When it comes to negotiating assets in divorce, many couples find themselves in need of artful tactics to secure their interests. Indeed, disagreements in marriage and divorce are as old as art itself. In recent years, art collections have grown as the value of many pieces continues to appreciate. But, as the value of art increases, so does the conflict among art-collecting couples seeking divorce.
You didn't think your marriage was perfect, but the last thing you expected was for your husband to ask for a divorce. Now that he has, you want to make sure you get everything you deserve of your marital assets and that you'll be financially stable after the divorce.
Divorce is rarely simple, and for couples with significant assets who live in a world-class city like New York, the process can seem like a disaster waiting to happen. This does not have to be the case, but without proper guidance, it very well could be.
Very little about divorce is simple, but the complexity of marital property distribution and spousal support can be overwhelming. In New York, if the parties involved in a divorce cannot agree on these issues, the state Supreme Court will order support from one spouse to another based on the circumstances of the case.
New York residents may be interested in learning about the treatment of inherited assets in marital property division. Property belonging to married spouses is considered to be either marital property or separate property. Separate property is defined by a few general rules. Property inherited or gifted by a third party to either partner, lawsuit settlements and property owned before the marriage or received after the date of separation is usually considered separate property. Property specifically reserved by a prenuptial agreement is also protected from becoming marital property.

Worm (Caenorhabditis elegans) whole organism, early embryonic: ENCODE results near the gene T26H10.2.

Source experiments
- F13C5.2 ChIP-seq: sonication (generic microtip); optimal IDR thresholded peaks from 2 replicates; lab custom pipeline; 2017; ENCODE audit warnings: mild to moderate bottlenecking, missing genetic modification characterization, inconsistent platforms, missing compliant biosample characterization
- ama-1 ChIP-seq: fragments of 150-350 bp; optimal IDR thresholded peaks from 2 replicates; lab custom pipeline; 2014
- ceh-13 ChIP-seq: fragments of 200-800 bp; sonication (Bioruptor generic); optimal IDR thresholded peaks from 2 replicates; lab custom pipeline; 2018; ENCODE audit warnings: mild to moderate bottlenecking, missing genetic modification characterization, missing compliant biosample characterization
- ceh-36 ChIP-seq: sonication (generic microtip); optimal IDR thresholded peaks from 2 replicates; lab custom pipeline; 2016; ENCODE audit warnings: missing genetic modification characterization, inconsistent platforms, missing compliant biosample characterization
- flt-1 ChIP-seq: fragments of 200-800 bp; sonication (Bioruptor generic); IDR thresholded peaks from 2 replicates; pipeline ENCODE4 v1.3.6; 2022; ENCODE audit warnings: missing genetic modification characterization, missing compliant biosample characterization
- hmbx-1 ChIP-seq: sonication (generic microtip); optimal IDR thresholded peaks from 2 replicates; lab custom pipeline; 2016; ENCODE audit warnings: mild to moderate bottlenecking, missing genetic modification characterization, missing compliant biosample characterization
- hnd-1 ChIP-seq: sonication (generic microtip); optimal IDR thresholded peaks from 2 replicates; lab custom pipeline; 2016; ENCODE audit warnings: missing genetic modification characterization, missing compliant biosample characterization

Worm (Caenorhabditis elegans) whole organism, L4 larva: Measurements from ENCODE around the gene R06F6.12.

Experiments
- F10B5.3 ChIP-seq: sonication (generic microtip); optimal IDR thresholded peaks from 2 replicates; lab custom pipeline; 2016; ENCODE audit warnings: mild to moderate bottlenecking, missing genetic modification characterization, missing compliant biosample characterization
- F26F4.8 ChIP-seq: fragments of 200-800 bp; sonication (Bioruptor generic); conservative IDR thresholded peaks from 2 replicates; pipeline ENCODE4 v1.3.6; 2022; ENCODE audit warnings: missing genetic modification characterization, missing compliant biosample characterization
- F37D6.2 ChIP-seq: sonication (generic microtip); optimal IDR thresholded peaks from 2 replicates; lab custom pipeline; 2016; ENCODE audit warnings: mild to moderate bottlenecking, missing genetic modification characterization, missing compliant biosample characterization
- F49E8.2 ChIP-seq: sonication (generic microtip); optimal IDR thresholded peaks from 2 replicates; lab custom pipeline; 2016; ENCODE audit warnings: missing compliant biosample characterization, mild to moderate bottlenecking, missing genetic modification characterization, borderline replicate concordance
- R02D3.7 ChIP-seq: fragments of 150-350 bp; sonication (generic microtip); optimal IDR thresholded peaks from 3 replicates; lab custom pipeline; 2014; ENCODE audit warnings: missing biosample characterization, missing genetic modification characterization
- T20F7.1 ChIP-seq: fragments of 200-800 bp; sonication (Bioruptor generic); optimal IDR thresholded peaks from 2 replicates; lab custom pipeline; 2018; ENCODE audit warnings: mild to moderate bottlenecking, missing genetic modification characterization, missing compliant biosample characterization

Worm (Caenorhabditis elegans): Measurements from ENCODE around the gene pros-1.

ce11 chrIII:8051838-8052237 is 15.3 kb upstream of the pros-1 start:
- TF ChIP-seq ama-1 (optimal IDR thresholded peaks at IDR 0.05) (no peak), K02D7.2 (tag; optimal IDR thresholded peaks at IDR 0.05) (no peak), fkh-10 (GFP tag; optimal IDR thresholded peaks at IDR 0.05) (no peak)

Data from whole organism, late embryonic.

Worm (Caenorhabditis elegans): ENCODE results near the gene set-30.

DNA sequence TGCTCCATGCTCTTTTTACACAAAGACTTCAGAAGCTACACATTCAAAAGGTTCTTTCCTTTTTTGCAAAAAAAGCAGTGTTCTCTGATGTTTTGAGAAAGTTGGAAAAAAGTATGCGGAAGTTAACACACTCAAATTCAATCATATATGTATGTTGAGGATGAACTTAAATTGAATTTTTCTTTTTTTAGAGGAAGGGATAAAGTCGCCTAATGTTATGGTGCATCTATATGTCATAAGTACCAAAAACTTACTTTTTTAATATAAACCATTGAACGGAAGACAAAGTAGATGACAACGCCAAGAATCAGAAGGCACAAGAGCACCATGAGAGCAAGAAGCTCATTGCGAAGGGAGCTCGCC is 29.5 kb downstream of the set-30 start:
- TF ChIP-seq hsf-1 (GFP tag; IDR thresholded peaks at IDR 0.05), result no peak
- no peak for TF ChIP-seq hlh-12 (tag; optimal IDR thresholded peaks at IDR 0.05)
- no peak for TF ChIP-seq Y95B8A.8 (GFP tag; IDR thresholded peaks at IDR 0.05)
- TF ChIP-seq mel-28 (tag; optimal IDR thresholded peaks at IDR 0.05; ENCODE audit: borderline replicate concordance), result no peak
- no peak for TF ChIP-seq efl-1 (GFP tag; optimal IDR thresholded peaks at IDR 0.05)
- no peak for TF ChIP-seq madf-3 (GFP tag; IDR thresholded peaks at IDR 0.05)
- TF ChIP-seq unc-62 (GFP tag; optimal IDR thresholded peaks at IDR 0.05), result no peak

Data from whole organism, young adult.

Every lawyer knows nuances in agreements can become legal disagreements especially when money is at stake. A New York judge recently sided with a wife at a Manhattan divorce hearing over asset division in a prenuptial agreement. The husband argued the contract should be reinterpreted.
A soon-to-be ex-spouse often finds it difficult to admit that a once-loved partner is capable of deceit during divorce.
A surge of holiday engagements for happy couples in New York and elsewhere throughout the country is a common trend during the month of December. However, it was recently reported that 6 percent fewer American adults are married today than were married in 2000. A Pew Research Center report states 51 percent of adults are married compared to 57 percent just over a decade ago. Whether the numbers spell eventual doom for the institution of marriage or reflect a societal blip are subjects of speculation among societal observers.
The end of a marriage includes a distribution of shared property, but asset division also includes dividing debt between divorcing partners. The home a couple shared through marriage was once seen as a desirable asset during divorce. Since the collapse of the housing market, the asset has now turned into a burden for some.
Neglecting to update insurance and pension plan beneficiaries after life-altering events like divorce can have extreme effects. Experts say an "I'll get to it tomorrow" attitude can wreak havoc on estate asset division years after a divorce settlement.